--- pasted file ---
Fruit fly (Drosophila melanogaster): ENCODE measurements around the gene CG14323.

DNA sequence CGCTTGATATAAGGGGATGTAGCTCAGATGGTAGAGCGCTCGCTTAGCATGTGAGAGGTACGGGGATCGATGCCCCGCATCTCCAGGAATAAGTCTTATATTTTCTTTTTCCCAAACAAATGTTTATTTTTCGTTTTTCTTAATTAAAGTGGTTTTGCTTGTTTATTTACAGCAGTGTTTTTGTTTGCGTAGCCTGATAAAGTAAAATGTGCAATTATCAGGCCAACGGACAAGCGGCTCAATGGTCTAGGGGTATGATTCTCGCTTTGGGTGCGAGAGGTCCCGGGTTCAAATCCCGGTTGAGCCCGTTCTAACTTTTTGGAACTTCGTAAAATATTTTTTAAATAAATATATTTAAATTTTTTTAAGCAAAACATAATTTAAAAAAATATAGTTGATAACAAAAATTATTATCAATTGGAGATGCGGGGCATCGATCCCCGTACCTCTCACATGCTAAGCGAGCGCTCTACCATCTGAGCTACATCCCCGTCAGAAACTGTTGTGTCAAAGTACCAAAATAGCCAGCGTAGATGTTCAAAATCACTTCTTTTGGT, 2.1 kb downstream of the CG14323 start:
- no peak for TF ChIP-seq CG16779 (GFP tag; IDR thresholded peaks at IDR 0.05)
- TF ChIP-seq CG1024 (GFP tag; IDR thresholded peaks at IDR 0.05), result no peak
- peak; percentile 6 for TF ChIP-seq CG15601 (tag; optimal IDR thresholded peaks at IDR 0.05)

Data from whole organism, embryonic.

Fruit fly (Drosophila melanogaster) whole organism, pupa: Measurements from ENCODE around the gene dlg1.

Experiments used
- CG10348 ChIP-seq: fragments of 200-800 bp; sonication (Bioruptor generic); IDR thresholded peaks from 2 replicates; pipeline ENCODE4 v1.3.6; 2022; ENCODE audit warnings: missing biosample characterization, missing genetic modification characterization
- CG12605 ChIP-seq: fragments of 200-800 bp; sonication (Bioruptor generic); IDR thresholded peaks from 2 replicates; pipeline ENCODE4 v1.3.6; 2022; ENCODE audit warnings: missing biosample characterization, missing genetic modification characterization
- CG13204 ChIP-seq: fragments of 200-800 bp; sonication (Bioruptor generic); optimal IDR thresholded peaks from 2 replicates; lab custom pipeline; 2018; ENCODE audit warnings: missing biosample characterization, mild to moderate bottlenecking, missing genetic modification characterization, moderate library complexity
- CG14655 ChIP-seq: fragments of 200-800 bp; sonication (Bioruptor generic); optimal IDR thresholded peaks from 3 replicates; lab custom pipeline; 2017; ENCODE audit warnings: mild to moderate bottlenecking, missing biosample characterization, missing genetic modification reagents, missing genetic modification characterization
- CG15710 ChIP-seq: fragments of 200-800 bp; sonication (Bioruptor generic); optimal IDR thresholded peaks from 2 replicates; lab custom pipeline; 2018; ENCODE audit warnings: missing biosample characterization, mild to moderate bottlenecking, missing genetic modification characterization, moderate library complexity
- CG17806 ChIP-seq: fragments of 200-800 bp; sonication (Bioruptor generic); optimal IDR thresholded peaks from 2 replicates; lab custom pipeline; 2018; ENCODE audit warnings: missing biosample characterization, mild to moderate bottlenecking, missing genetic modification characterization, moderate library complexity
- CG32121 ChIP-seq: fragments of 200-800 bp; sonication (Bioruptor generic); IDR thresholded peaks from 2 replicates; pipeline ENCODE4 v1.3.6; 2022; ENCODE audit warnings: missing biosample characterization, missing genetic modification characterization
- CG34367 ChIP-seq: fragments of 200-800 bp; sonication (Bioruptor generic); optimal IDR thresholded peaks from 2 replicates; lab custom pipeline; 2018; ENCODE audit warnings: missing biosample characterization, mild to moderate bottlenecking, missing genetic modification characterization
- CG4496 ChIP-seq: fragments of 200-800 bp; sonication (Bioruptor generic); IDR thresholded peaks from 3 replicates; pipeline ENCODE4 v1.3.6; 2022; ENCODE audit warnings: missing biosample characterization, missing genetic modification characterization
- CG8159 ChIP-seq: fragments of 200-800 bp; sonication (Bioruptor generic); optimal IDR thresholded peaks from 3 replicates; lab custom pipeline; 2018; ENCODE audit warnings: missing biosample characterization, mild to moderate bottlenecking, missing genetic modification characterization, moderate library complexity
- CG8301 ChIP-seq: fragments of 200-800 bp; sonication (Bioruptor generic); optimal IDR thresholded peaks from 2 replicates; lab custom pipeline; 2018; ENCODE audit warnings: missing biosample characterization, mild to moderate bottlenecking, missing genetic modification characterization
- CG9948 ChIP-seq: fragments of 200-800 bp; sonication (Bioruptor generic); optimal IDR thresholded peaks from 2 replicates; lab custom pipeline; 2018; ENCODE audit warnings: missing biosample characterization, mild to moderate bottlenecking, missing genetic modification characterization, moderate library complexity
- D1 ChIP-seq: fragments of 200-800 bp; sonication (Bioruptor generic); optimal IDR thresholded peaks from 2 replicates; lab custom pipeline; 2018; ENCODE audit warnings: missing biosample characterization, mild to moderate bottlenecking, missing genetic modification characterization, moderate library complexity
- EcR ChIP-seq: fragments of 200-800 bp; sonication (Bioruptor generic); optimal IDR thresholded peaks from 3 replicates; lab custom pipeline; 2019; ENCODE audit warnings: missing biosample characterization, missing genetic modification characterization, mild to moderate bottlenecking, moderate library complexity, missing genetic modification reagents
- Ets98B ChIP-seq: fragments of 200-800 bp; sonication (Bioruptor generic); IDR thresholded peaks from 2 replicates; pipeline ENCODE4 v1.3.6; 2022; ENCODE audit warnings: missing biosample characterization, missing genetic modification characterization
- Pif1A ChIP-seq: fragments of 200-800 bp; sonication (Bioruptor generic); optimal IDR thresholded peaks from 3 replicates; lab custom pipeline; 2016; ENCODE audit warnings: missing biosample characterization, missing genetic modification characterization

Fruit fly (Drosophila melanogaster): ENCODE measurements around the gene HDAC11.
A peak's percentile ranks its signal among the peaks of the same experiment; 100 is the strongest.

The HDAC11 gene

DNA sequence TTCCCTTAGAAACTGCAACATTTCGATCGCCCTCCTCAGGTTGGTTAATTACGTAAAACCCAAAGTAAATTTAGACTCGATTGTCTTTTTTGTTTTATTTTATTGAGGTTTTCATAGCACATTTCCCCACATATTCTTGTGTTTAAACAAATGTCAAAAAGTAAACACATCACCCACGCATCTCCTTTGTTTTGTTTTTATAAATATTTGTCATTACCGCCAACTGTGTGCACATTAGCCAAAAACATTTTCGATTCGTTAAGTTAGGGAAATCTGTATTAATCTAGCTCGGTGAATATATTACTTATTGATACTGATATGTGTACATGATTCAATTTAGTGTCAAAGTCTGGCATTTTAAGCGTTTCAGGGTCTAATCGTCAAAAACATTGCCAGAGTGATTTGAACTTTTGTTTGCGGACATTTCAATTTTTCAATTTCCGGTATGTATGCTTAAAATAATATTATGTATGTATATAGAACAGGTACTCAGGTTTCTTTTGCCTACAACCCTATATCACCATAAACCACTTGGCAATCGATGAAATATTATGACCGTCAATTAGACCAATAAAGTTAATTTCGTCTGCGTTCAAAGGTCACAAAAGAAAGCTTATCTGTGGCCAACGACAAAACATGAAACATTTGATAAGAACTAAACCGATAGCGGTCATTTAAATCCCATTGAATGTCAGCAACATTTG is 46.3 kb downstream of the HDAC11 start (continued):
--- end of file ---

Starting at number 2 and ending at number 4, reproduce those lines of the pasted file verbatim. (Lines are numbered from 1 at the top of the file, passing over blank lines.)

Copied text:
DNA sequence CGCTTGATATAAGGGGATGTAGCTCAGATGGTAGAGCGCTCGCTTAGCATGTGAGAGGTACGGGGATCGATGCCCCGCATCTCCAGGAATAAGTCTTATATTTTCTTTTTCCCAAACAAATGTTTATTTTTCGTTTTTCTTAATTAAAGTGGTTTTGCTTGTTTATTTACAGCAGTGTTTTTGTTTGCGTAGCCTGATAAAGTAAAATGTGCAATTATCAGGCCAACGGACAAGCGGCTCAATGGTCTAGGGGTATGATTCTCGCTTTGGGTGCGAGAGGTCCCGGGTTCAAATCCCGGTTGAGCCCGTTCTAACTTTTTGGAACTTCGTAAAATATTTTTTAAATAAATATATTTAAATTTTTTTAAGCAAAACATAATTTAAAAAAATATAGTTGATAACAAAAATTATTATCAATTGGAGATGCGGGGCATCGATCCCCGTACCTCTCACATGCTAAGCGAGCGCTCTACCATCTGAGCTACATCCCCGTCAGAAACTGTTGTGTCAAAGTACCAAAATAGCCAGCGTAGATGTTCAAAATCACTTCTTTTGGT, 2.1 kb downstream of the CG14323 start:
- no peak for TF ChIP-seq CG16779 (GFP tag; IDR thresholded peaks at IDR 0.05)
- TF ChIP-seq CG1024 (GFP tag; IDR thresholded peaks at IDR 0.05), result no peak